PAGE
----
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Where, how astronomers could find alien life

Discussion in 'Tech, Gadgets & Science Forum' started by E=mcsquared, Dec 16, 2010.

  1. E=mcsquared

    E=mcsquared JF-Expert Member

    #1
    Dec 16, 2010
    Joined: Apr 1, 2009
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    Scientists are becoming more convinced that there is alien life, and they say there are several possible scenarios that could lead to such a discovery:
    • Mars. The red planet has water underground and used to have even more water, which is key to life. Scientists think there's a good chance microbes could be living underground, even though robot rovers have not found such evidence.
    • Europa. This [COLOR=#366388 !important][COLOR=#366388 !important]moon [COLOR=#366388 !important]of [/COLOR][COLOR=#366388 !important]Jupiter[/COLOR][/COLOR][/COLOR] has radiation on the surface that would kill life. But under a frozen ocean there is a chance that some type of microbes live in the liquid part below, perhaps near hydrothermal vents.
    • Enceladus (pronounced en-SELL'-ah-dus). This tiny moon of [COLOR=#366388 !important][COLOR=#366388 !important]Saturn[/COLOR][/COLOR] has supersonic plumes of gas and dust shooting from its surface that indicate it could have all-important liquid water.
    • Titan. Saturn's largest moon has liquid oceans, but they are likely methane.
    • On a planet outside our solar system. It is possible that astronomers using telescopes could detect an atmosphere on such a planet that could only be explained by photosynthesis or other biological processes — for example, if there was a combination of oxygen and other reacting gases in certain proportions.
    • On Earth. Scientists could find life that came aboard a meteorite or comet. They also could find life — deep in the sea or beneath Antarctica's ice — that is so unusual it probably came from space.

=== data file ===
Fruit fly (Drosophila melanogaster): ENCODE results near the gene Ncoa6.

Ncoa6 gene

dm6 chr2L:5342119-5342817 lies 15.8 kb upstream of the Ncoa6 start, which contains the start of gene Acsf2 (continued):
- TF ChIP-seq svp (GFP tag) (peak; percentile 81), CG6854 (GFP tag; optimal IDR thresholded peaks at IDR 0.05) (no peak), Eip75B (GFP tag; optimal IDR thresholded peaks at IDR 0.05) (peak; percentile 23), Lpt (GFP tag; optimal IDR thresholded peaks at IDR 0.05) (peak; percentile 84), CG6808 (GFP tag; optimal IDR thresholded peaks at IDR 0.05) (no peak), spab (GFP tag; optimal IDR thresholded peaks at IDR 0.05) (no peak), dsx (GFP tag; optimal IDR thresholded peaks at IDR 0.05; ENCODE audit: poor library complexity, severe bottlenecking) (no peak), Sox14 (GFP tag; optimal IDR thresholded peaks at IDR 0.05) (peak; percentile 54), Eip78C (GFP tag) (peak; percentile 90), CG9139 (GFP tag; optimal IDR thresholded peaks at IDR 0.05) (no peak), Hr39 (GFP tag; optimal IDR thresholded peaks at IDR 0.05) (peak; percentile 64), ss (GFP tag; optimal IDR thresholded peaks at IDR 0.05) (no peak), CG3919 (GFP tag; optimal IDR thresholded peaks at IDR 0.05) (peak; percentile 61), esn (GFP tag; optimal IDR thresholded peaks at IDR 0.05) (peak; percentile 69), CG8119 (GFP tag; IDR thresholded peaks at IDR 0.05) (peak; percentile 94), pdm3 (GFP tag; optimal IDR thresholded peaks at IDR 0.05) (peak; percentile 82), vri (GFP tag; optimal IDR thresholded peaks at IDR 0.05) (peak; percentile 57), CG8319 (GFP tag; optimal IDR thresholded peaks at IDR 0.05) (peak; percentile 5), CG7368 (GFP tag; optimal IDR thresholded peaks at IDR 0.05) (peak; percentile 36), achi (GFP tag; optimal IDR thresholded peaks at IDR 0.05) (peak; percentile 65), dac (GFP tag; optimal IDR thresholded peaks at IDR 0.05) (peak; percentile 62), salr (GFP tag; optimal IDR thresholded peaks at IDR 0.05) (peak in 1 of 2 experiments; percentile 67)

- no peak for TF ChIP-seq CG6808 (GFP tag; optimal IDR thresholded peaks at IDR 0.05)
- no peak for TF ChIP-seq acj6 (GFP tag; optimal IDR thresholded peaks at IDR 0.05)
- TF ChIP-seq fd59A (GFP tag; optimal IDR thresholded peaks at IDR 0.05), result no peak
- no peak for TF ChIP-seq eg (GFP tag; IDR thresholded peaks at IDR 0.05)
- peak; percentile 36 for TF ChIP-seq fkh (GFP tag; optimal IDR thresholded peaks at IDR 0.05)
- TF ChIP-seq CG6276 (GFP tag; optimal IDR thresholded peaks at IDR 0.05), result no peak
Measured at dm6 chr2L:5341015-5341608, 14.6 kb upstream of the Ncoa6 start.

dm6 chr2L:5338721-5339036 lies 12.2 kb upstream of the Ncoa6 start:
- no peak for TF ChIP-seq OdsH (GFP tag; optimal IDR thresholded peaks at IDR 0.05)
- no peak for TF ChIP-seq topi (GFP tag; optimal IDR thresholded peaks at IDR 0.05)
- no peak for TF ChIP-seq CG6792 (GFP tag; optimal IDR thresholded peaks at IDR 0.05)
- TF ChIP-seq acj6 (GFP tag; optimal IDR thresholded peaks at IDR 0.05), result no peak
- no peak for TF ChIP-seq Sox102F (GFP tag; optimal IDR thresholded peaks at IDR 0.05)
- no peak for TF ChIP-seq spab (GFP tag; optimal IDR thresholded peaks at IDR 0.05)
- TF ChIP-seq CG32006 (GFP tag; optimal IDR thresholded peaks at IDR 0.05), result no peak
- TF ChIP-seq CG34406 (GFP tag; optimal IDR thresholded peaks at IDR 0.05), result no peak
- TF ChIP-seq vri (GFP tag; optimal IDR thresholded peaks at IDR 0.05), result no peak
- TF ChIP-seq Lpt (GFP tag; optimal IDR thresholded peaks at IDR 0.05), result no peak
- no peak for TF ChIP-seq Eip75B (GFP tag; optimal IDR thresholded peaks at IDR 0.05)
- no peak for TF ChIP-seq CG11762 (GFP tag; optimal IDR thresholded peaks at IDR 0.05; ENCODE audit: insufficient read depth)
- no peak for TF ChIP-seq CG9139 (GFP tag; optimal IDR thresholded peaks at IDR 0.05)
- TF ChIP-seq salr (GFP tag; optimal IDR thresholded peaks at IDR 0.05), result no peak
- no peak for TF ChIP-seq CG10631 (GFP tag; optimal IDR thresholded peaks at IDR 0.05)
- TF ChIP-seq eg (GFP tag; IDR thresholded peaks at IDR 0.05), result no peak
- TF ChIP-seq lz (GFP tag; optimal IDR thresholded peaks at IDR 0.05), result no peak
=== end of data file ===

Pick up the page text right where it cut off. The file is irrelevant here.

• In radio signals. Scientists are scanning for alien transmissions from space.
    Source:
    Scientists are becoming more convinced that there is alien life, and they say there are several possible scenarios that could lead to such a discovery:
    • Mars. The red planet has water underground and used to have even more water, which is key to life. Scientists think there's a good chance microbes could be living underground, even though robot rovers have not found such evidence.
    • Europa. This [COLOR=#366388 !important][COLOR=#366388 !important]moon [COLOR=#366388 !important]of [/COLOR][COLOR=#366388 !important]Jupiter[/COLOR][/COLOR][/COLOR] has radiation on the surface that would kill life. But under a frozen ocean there is a chance that some type of microbes live in the liquid part below, perhaps near hydrothermal vents.
    • Enceladus (pronounced en-SELL'-ah-dus). This tiny moon of [COLOR=#366388 !important][COLOR=#366388 !important]Saturn[/COLOR][/COLOR] has supersonic plumes of gas and dust shooting from its surface that indicate it could have all-important liquid water.
    • Titan. Saturn's largest moon has liquid oceans, but they are likely methane.
    • On a planet outside our solar system. It is possible that astronomers using telescopes could detect an atmosphere on such a planet that could only be explained by photosynthesis or other biological processes — for example, if there was a combination of oxygen and other reacting gases in certain proportions.
    • On Earth. Scientists could find life that came aboard a meteorite or comet. They also could find life — deep in the sea or beneath Antarctica's ice — that is so unusual it probably came from space.
    • In radio signals. Scientists are scanning for alien transmissions from space.
    Source: http://www.jamiiforums.com/newthread.php?do=newthread&f=20
     
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